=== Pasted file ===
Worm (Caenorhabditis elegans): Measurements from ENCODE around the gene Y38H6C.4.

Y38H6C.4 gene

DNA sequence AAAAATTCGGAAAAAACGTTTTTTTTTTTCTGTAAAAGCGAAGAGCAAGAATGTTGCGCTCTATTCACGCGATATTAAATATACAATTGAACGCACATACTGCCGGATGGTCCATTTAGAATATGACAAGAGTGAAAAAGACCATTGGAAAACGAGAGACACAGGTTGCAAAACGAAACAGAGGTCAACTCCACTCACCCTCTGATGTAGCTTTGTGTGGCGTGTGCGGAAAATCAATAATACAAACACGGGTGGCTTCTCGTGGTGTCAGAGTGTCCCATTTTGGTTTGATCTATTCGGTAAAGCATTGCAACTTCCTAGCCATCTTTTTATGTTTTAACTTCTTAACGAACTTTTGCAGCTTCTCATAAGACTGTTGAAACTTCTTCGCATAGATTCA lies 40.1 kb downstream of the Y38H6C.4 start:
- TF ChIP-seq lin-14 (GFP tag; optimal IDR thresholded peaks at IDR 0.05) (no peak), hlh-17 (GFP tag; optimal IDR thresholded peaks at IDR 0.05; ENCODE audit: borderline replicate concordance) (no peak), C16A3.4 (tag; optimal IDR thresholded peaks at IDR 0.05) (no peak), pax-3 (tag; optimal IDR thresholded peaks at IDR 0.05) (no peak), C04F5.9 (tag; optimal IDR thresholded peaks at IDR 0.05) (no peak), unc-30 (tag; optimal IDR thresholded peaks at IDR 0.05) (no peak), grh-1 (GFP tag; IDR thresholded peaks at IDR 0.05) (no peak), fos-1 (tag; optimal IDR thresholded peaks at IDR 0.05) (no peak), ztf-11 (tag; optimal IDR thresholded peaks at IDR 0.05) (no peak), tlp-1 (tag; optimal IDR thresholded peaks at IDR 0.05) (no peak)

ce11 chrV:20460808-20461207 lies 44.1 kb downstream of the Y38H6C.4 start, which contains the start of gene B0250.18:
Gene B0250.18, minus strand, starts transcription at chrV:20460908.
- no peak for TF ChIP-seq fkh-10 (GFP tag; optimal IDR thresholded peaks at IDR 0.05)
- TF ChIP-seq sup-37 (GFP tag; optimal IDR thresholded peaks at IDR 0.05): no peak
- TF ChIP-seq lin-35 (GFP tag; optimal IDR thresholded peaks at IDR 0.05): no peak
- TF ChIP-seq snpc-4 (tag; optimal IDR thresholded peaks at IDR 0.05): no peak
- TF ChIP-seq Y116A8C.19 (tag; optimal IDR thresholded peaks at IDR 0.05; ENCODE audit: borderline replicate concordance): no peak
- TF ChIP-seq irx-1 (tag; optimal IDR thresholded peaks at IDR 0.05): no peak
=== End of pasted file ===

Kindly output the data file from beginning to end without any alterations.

Worm (Caenorhabditis elegans): Measurements from ENCODE around the gene Y38H6C.4.

Y38H6C.4 gene

DNA sequence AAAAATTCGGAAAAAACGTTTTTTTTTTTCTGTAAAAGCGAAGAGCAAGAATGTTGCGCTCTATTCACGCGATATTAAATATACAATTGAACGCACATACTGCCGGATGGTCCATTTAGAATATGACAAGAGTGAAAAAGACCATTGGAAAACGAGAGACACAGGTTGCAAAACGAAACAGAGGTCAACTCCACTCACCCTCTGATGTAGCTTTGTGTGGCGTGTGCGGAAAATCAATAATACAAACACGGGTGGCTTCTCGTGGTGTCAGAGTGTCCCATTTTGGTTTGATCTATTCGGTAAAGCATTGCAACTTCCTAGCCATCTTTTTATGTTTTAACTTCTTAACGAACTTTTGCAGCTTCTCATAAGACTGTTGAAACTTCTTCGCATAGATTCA lies 40.1 kb downstream of the Y38H6C.4 start:
- TF ChIP-seq lin-14 (GFP tag; optimal IDR thresholded peaks at IDR 0.05) (no peak), hlh-17 (GFP tag; optimal IDR thresholded peaks at IDR 0.05; ENCODE audit: borderline replicate concordance) (no peak), C16A3.4 (tag; optimal IDR thresholded peaks at IDR 0.05) (no peak), pax-3 (tag; optimal IDR thresholded peaks at IDR 0.05) (no peak), C04F5.9 (tag; optimal IDR thresholded peaks at IDR 0.05) (no peak), unc-30 (tag; optimal IDR thresholded peaks at IDR 0.05) (no peak), grh-1 (GFP tag; IDR thresholded peaks at IDR 0.05) (no peak), fos-1 (tag; optimal IDR thresholded peaks at IDR 0.05) (no peak), ztf-11 (tag; optimal IDR thresholded peaks at IDR 0.05) (no peak), tlp-1 (tag; optimal IDR thresholded peaks at IDR 0.05) (no peak)

ce11 chrV:20460808-20461207 lies 44.1 kb downstream of the Y38H6C.4 start, which contains the start of gene B0250.18:
Gene B0250.18, minus strand, starts transcription at chrV:20460908.
- no peak for TF ChIP-seq fkh-10 (GFP tag; optimal IDR thresholded peaks at IDR 0.05)
- TF ChIP-seq sup-37 (GFP tag; optimal IDR thresholded peaks at IDR 0.05): no peak
- TF ChIP-seq lin-35 (GFP tag; optimal IDR thresholded peaks at IDR 0.05): no peak
- TF ChIP-seq snpc-4 (tag; optimal IDR thresholded peaks at IDR 0.05): no peak
- TF ChIP-seq Y116A8C.19 (tag; optimal IDR thresholded peaks at IDR 0.05; ENCODE audit: borderline replicate concordance): no peak
- TF ChIP-seq irx-1 (tag; optimal IDR thresholded peaks at IDR 0.05): no peak